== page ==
Only six weeks into his presidency, Mexico’s Andres Manuel Lopez Obrador already faces his first major crisis. In part self-inflicted, in part a consequence of the corrupt and weak institutions he inherited from his predecessors, it is nevertheless a sign that governing Mexico will be a formidable challenge for the man who promised nothing less than a fundamental transformation of the country and on whom millions of Mexicans are resting their hopes.
Citizens across western and central Mexico, which includes the 25 million people living in Mexico City and the surrounding State of Mexico, have been waiting in line for hours for gasoline over the past month. The situation is the result of a federal crackdown on oil and gas theft by organized gangs, which has seen the government shut down pipelines and switch to transporting fuel by truck and rail, prompting both the closure of hundreds of gas stations and panicked buying throughout the region.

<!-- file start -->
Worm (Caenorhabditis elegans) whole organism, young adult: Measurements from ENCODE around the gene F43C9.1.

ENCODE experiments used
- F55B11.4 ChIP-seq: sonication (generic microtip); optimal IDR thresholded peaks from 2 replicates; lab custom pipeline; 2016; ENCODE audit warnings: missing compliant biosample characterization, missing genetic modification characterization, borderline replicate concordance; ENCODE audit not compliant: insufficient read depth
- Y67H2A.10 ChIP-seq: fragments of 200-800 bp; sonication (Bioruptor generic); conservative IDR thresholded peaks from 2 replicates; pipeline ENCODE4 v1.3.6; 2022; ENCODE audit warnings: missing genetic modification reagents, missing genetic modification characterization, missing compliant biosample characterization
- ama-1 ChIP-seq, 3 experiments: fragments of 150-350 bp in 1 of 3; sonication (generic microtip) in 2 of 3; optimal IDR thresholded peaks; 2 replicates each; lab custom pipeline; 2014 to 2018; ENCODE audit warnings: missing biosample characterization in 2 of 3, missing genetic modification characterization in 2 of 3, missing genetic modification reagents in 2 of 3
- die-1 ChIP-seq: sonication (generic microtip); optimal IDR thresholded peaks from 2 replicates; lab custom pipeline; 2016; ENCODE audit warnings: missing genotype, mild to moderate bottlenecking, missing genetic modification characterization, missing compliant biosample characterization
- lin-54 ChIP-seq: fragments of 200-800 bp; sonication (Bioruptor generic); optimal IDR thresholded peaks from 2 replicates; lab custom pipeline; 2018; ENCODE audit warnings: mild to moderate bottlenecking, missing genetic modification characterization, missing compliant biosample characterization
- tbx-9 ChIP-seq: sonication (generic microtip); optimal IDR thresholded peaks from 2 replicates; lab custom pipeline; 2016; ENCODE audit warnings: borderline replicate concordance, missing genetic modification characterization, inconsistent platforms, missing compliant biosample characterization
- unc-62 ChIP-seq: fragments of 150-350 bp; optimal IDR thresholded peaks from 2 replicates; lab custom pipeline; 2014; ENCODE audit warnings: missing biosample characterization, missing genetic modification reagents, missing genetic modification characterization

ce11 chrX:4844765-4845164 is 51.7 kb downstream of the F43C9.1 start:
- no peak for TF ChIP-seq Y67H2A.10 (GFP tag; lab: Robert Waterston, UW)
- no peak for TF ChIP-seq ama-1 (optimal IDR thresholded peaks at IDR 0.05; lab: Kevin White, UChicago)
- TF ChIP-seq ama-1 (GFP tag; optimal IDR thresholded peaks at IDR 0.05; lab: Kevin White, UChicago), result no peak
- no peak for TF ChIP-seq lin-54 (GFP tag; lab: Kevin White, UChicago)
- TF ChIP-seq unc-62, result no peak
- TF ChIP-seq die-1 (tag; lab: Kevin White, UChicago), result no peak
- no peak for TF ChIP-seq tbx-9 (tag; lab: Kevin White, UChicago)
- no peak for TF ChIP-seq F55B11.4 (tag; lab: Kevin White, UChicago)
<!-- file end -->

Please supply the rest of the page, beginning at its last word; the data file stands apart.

The crisis has provoked the first great tragedy of Mexico’s new administration. On Jan. 17, a pipeline in Hidalgo, which had been ruptured by fuel thieves, exploded as local villagers attempted to collect gas in plastic containers. At least 96 people died.